Monday, August 11, 2008
We woke up this morning at the non-deadly Motel 6 in Lake Havasu. Thomas gets his early morning walk on and then we get the hell out of Dodge. Our final destination for this evening is Seligman about a two hour drive along I-40. However, today we are actually traveling on Route 66 so we circle back from Lake Havasu City on the I-40 headed east to Exit 1, Topock. Here, Route 66 begins a five-hour drive through towns long forgotten by the masses traveling the interstate. If you’ve seen the movie Cars you know what we mean. The drive begins through some shady green trees giving way to the town of Golden Shores which provides some good photo ops if nothing else. Continuing along, Thomas notes that now he knows what being in the middle of nowhere really means. There aren’t many cars on the road, make that barely any, and the few we do see are traveling the opposite direction! Judging from the out of state license plates, they are probably Route 66’ers coming from Chicago heading to Santa Monica.
Oatman is an authentic western “ghost town” although there are plenty of merchants hocking their wares to eager tourists, hey that’s us. The town is famous for two things: one, the Oatman Hotel where Clark Gable and Carol Lombard spent their honeymoon; and two, believe it or not, burros. Said burros walk the streets, okay street of Oatman and tourists delight in feeding them carrots. We definitely saw remnants of the burros, minding our step so as not to take home any unwanted souvenirs on our shoes. However we saw no actual burros. They must sleep in on Monday or have some union agreement with the tourist board but no matter, they were nowhere in sight. The proud heritage of the burros has inspired such business names as Jackass Junction, The Classy Ass and Fast Fannie’s; the latter referring to a different kind of western heritage. Our favorite was the Glory Hole. Not sure if Oatman knows that title has a totally different meaning to gay men then we are sure the town intends. Of course that is only an ASSumption; it, like the burros was not available to tourists that morning.
You can tour the Oatman Hotel and even see the room where the famous Hollywood couple stayed. It is no longer a functioning hotel however the restaurant is still open. It has some weird tradition of people hanging dollar bills on the wall; we put ours in the donation box instead. Twice daily, Oatman pulls out all the stops and puts on an authentic, fake gun fight. It’s all very Frontier Village and if you grew up in the Bay Area, you know what we mean.
We head up to Sitgreaves Pass and down a series of switchbacks to Cool Springs. Our research warned of the dangers of driving this road as it has very sharp turns with no guard rails. One site even had a picture of a car that had gone over the side. Well it turned out to be a big fanfare for nothing. Definitely kid’s stuff compared to the hair-raising Mr. Toad’s Wild Ride that is the bus from Aguas Calientes to Machu Picchu. Okay we heard the “thunk” as we just dropped a country name to which we have travelled but we just had to do it. The summit provides a good opportunity for some great snaps of the area. There is also a series of crosses and memorials. From here we finally got to see some burros but these were wild burros, the ones without their Equity Cards.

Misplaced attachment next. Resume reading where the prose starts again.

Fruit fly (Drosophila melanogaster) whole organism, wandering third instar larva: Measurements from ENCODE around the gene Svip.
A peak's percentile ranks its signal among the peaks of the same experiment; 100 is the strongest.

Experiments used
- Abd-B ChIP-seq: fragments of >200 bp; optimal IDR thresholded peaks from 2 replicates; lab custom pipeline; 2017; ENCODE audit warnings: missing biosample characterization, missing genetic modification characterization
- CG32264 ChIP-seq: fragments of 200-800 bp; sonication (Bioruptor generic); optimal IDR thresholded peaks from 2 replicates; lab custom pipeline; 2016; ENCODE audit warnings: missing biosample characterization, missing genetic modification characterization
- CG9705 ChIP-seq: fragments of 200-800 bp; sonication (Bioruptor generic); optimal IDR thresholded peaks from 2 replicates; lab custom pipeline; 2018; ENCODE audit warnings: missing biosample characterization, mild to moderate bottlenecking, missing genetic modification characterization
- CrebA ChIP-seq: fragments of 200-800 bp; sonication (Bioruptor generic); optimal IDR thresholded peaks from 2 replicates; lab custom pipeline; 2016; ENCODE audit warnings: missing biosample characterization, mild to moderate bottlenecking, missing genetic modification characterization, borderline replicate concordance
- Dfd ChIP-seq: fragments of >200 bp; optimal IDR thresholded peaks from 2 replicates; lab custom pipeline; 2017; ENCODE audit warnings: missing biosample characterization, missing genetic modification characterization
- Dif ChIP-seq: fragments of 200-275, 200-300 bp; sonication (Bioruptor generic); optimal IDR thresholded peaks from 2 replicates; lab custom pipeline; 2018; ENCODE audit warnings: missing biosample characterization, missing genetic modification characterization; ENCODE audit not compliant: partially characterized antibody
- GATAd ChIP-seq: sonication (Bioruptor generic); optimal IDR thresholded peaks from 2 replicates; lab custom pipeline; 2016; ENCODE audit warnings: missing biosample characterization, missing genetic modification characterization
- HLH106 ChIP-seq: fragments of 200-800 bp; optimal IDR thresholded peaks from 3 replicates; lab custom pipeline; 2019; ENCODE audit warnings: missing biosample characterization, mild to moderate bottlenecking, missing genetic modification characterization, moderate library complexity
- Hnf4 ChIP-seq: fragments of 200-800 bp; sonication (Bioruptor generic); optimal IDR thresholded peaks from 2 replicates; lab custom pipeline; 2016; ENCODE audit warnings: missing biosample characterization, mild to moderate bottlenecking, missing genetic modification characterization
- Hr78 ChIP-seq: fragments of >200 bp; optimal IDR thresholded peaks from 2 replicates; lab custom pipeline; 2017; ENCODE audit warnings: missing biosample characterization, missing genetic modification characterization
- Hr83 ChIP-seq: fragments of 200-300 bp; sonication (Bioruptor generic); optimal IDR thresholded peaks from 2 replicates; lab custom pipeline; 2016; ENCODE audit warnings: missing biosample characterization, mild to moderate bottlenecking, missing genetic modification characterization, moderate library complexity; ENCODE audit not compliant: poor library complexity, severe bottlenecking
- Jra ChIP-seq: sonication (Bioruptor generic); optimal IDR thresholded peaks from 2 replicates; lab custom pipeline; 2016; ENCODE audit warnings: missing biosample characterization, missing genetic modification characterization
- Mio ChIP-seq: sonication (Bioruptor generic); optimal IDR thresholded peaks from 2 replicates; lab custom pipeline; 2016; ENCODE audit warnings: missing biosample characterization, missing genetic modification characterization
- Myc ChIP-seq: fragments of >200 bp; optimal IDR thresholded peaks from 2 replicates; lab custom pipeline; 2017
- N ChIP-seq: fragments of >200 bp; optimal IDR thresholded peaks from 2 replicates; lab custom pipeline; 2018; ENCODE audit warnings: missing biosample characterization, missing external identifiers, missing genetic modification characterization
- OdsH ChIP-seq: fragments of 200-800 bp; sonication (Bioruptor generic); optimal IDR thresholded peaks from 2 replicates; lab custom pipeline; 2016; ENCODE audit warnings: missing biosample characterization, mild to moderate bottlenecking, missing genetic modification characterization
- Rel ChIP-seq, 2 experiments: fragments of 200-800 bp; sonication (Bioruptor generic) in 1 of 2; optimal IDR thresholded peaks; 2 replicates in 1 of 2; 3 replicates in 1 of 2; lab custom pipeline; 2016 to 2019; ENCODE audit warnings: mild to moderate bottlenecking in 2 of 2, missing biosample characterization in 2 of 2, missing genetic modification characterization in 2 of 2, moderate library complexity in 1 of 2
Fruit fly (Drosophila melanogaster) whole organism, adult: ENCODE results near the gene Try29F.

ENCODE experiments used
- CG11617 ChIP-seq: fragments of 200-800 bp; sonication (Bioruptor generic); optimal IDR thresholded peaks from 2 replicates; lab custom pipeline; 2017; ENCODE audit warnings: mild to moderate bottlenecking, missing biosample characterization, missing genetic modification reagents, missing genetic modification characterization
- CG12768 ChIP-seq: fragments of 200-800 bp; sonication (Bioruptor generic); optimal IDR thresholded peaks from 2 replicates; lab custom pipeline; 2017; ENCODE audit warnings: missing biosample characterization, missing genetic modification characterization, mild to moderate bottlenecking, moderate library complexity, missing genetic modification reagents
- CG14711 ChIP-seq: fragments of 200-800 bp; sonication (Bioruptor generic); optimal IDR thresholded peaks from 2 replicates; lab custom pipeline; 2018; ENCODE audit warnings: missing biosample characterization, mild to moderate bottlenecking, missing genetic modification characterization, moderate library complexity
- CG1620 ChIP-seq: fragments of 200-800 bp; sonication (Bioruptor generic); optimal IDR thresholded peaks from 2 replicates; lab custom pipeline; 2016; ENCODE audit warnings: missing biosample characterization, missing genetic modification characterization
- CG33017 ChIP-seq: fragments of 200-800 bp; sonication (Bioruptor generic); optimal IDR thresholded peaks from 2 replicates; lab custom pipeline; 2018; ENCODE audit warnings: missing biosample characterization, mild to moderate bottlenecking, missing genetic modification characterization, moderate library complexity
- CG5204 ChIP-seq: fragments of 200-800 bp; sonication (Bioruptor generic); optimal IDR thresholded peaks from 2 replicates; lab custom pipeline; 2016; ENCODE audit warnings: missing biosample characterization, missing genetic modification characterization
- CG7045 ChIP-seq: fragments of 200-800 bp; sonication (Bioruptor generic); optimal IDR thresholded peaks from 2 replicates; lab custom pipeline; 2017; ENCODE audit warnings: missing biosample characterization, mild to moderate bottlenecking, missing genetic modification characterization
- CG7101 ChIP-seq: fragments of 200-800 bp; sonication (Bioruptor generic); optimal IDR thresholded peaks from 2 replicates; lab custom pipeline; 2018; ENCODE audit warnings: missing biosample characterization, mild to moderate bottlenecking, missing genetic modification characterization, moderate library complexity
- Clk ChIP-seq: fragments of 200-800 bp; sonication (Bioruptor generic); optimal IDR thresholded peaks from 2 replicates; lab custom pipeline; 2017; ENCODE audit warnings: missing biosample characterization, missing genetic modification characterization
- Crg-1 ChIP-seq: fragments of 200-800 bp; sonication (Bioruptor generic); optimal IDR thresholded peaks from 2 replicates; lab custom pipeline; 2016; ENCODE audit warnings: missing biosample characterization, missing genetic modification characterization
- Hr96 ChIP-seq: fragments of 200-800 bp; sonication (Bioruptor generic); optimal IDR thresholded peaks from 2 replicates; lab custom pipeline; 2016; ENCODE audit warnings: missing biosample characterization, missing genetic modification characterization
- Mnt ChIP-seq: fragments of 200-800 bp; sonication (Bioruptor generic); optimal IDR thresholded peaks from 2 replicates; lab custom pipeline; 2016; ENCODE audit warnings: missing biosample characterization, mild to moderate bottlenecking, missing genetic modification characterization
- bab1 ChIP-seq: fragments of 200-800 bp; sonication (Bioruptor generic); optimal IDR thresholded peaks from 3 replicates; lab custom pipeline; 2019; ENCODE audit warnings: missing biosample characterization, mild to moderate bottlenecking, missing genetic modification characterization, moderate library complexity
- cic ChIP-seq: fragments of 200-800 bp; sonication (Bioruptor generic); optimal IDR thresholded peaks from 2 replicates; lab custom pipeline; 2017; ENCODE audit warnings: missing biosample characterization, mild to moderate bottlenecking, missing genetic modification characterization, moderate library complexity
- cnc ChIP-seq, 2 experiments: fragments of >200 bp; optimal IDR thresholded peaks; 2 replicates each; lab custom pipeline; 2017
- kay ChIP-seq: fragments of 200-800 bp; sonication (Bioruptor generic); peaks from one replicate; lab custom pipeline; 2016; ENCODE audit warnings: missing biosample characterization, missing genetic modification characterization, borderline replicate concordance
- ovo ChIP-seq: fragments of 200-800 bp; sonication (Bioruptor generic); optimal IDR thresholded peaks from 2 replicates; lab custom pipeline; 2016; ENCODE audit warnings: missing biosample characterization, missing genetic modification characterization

Cool Springs was an historic Route 66 respite comprised of a gas station and cabins. It had withered away from neglect but was rebuilt for the movie “Universal Soldier” and then supposedly was torn down again; never saw the movie so judging by the title and genre, it was probably blown up. It has recently been rebuilt using old photos as its inspiration. It now has a very cool stone exterior with some classic gas pumps and signs. Inside there is a small room of memorabilia including signed Rolling Stones albums. There is also a gift shop where we bought a bag of ice and a Route 66 – Cool Springs pin for Frank’s manbag, murse or camera bag, whatever you want to call it.
Back to the route and into Kingman. Kingman is a snapshot of another time (especially on Route 66) diners, quaint houses, little parks. We drive down Andy Devine Blvd to Mr. D’z Diner for lunch then check out the train in the park across the street. Of course no trip to Kingman is complete without a stop at the Hilltop Motel, where Timothy McVeigh spent his last week before adding his name to a long line of people most people despise. Obviously the hotel would rather proclaim that it has the “Best View in Kingman”. Apparently that wasn’t enough to dissuade him.
Out of Kingman we can’t resist a stop to see Giganticus Headicus, a Moai-inspired statue. Continuing thru Peach Springs with a stop at the Grand Canyon Caverns and on to Seligman where we are camping at the KOA for the night. The gal running the KOA is a hoot and gives us a keychain reading “I survived the night of 1000 trains”. It seems the KOA is DIRECTLY next to the train tracks. We can tune almost anything out having lived for so long in cities, but there were a lot of trains, really long trains like 100 plus cars each. It was actually kind of soothing after a while. The main area of the grounds had been recently remodeled and was very …elegant. Having worked for Pottery Barn, the fixtures and accessories were very familiar. Something tells us that KOA isn’t The Barn’s target customer but it was nice.